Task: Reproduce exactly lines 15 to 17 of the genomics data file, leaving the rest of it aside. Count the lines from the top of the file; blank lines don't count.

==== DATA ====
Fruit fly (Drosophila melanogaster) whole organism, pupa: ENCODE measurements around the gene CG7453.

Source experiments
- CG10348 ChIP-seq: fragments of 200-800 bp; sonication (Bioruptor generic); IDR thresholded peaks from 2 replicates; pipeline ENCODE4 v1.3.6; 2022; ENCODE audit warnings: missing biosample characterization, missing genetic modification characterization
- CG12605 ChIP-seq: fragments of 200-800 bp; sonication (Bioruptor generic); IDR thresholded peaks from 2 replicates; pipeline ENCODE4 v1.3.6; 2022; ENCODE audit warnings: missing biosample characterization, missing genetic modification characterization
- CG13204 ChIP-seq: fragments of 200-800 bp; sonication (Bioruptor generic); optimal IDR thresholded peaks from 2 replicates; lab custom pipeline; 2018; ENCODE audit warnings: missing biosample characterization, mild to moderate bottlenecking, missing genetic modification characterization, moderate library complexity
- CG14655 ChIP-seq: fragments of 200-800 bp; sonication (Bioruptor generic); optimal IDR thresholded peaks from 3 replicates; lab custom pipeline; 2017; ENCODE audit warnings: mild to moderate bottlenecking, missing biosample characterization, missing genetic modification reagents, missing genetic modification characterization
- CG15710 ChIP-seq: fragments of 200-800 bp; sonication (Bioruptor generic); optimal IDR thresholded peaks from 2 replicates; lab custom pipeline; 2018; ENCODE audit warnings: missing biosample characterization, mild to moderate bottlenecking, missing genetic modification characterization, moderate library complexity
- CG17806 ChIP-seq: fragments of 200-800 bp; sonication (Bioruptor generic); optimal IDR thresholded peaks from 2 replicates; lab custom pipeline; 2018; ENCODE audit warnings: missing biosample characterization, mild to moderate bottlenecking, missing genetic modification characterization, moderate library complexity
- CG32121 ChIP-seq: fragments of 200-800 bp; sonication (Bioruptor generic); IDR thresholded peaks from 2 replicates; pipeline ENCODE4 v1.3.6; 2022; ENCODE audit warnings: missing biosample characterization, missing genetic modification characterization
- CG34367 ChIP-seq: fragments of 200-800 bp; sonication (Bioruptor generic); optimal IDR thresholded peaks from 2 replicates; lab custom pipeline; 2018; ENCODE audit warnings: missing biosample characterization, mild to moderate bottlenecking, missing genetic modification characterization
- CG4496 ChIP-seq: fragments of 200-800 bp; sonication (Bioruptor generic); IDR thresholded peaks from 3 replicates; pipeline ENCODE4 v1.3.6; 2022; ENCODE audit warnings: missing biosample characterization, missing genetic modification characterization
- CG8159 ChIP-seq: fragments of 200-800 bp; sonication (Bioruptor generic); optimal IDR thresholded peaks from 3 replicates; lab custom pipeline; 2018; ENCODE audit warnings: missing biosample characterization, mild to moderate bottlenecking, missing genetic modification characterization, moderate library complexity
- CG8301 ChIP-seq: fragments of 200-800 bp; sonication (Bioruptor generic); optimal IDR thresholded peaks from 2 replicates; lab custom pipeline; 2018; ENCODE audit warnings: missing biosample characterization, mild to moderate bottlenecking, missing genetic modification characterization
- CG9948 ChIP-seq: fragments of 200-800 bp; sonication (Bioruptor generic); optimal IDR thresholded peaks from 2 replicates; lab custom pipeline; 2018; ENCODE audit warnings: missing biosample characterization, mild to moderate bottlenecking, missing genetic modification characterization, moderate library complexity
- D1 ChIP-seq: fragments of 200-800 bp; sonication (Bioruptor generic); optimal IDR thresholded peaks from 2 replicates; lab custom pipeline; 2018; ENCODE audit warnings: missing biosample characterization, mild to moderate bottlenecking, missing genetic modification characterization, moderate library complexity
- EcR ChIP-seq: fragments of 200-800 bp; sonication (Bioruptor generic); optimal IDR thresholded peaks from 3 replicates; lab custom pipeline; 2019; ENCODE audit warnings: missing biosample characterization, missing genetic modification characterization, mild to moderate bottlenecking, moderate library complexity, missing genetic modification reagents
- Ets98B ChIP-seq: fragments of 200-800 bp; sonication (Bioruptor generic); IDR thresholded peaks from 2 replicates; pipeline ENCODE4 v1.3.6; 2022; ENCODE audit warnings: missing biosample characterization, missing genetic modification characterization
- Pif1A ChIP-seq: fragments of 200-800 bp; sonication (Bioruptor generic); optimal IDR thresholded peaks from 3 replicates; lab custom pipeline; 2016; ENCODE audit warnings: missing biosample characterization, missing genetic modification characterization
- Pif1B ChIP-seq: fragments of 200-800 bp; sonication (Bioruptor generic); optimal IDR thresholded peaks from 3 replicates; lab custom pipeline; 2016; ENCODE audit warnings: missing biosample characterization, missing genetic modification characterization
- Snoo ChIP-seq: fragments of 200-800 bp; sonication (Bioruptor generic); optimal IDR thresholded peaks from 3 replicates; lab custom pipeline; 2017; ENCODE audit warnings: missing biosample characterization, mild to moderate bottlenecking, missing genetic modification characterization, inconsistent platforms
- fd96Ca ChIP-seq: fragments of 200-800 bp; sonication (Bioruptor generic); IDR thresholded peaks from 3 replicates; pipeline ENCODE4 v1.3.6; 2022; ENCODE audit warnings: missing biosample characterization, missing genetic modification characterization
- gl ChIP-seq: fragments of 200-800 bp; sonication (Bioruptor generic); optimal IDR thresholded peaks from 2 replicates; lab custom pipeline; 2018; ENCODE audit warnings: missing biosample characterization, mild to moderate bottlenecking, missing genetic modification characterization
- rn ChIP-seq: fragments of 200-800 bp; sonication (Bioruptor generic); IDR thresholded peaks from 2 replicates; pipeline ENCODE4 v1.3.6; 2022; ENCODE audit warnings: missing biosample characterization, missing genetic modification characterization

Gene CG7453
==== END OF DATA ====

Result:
- D1 ChIP-seq: fragments of 200-800 bp; sonication (Bioruptor generic); optimal IDR thresholded peaks from 2 replicates; lab custom pipeline; 2018; ENCODE audit warnings: missing biosample characterization, mild to moderate bottlenecking, missing genetic modification characterization, moderate library complexity
- EcR ChIP-seq: fragments of 200-800 bp; sonication (Bioruptor generic); optimal IDR thresholded peaks from 3 replicates; lab custom pipeline; 2019; ENCODE audit warnings: missing biosample characterization, missing genetic modification characterization, mild to moderate bottlenecking, moderate library complexity, missing genetic modification reagents
- Ets98B ChIP-seq: fragments of 200-800 bp; sonication (Bioruptor generic); IDR thresholded peaks from 2 replicates; pipeline ENCODE4 v1.3.6; 2022; ENCODE audit warnings: missing biosample characterization, missing genetic modification characterization